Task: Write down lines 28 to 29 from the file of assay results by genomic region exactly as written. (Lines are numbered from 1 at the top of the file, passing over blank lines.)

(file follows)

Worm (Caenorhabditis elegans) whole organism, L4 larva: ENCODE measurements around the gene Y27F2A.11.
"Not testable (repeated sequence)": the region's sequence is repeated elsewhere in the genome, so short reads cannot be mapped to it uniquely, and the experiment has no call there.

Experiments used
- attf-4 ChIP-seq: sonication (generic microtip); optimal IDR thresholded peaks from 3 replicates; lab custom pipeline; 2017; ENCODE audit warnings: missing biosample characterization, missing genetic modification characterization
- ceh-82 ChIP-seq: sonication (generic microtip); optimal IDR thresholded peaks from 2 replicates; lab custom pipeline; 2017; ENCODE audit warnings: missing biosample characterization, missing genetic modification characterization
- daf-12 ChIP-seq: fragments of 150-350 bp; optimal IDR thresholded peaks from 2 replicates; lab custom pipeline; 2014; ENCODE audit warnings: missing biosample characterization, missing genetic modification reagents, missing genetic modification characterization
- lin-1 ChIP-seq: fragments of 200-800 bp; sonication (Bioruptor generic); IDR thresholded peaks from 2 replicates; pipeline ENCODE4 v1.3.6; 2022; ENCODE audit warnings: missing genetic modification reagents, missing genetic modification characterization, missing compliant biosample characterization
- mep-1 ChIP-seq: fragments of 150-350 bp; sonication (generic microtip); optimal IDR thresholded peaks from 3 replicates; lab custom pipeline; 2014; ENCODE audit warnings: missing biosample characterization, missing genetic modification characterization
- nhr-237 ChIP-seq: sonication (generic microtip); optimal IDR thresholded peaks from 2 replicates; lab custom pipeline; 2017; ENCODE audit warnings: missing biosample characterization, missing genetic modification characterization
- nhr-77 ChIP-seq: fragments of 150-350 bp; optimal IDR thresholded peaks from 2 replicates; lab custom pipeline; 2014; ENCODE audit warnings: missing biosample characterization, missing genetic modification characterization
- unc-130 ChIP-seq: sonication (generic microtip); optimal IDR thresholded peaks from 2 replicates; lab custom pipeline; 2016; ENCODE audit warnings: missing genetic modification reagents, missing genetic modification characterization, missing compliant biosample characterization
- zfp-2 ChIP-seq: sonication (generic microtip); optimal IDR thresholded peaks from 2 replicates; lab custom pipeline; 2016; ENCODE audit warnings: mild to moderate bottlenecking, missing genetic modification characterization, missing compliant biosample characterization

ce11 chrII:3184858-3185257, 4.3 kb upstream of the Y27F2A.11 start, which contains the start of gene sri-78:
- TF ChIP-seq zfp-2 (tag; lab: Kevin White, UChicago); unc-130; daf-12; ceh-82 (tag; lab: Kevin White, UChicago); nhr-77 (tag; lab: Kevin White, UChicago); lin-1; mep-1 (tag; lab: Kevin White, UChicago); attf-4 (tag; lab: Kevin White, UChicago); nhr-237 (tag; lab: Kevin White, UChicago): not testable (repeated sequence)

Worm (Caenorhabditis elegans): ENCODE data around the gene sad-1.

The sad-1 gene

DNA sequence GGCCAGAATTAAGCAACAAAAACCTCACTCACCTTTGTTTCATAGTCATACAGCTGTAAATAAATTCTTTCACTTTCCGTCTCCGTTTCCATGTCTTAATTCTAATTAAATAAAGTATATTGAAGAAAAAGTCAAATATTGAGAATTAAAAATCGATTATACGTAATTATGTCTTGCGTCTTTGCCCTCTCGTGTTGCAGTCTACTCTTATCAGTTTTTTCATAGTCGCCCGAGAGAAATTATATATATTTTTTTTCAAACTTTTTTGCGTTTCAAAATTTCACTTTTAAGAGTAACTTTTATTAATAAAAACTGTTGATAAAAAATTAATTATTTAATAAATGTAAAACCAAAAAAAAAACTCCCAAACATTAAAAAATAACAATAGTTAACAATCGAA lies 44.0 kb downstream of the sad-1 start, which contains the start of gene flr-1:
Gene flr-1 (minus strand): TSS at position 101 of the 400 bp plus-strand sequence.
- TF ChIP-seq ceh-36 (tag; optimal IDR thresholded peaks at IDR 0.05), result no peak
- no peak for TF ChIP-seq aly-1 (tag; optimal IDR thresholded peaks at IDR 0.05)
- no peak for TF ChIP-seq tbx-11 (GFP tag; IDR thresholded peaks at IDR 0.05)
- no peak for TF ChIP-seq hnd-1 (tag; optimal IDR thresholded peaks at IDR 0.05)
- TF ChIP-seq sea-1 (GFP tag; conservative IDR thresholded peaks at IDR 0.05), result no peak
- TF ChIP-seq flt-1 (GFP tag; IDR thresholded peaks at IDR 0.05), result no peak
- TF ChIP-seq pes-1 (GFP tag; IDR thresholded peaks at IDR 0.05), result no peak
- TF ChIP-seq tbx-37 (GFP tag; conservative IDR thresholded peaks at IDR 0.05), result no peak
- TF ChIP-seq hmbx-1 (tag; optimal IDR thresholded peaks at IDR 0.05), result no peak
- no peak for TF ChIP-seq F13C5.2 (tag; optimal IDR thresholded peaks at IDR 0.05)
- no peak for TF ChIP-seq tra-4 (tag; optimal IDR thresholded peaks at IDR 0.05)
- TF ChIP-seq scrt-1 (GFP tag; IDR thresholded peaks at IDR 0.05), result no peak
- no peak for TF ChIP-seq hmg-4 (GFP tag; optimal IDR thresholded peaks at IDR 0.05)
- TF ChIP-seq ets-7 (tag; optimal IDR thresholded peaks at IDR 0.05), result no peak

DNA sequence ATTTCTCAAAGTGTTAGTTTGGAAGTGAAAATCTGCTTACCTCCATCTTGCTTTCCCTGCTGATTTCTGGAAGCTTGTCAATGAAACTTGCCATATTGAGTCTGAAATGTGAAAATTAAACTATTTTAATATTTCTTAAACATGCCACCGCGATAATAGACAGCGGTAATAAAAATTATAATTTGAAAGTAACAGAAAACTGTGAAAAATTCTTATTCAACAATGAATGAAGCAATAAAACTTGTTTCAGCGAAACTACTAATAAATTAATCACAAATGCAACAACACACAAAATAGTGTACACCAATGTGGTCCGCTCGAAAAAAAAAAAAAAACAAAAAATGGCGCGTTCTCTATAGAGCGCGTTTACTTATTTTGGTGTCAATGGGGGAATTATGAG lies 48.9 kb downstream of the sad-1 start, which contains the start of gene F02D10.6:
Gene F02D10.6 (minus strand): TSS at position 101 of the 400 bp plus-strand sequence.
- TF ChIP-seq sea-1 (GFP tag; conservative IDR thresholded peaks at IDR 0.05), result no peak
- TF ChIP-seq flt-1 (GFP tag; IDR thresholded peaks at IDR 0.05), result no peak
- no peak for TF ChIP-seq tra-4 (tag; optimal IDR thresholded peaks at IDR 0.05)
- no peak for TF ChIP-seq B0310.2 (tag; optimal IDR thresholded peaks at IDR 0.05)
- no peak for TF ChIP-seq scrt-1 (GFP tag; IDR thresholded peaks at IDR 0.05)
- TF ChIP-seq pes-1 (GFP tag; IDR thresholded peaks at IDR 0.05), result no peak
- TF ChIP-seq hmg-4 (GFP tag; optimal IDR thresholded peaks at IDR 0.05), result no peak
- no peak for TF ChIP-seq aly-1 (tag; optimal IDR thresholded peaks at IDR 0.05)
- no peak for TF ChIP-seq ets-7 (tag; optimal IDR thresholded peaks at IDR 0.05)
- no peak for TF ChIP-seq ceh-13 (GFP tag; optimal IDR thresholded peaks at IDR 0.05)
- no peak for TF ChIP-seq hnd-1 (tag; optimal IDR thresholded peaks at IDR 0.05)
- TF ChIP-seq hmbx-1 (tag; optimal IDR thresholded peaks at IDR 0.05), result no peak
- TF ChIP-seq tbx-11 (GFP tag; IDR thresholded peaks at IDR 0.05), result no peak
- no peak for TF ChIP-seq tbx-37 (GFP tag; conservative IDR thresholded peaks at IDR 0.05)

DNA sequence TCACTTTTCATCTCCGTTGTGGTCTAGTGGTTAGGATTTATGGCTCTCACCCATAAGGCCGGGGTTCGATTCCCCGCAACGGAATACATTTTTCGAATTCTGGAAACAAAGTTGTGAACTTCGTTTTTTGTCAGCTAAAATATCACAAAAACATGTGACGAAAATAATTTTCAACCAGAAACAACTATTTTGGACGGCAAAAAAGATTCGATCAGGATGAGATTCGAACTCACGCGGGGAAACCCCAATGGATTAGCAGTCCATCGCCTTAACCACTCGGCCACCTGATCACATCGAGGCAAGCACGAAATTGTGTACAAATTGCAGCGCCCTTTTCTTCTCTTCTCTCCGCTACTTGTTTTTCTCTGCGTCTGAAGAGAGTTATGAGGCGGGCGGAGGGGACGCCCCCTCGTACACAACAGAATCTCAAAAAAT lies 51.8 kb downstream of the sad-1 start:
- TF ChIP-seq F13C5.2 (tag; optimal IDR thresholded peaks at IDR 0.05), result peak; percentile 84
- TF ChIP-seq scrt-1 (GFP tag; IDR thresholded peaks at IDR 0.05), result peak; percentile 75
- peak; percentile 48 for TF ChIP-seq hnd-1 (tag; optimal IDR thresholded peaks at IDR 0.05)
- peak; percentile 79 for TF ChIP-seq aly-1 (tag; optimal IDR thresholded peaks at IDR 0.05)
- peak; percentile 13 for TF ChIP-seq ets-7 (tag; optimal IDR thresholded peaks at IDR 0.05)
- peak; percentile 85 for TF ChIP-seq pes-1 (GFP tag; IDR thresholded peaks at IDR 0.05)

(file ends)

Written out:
- no peak for TF ChIP-seq F13C5.2 (tag; optimal IDR thresholded peaks at IDR 0.05)
- no peak for TF ChIP-seq tra-4 (tag; optimal IDR thresholded peaks at IDR 0.05)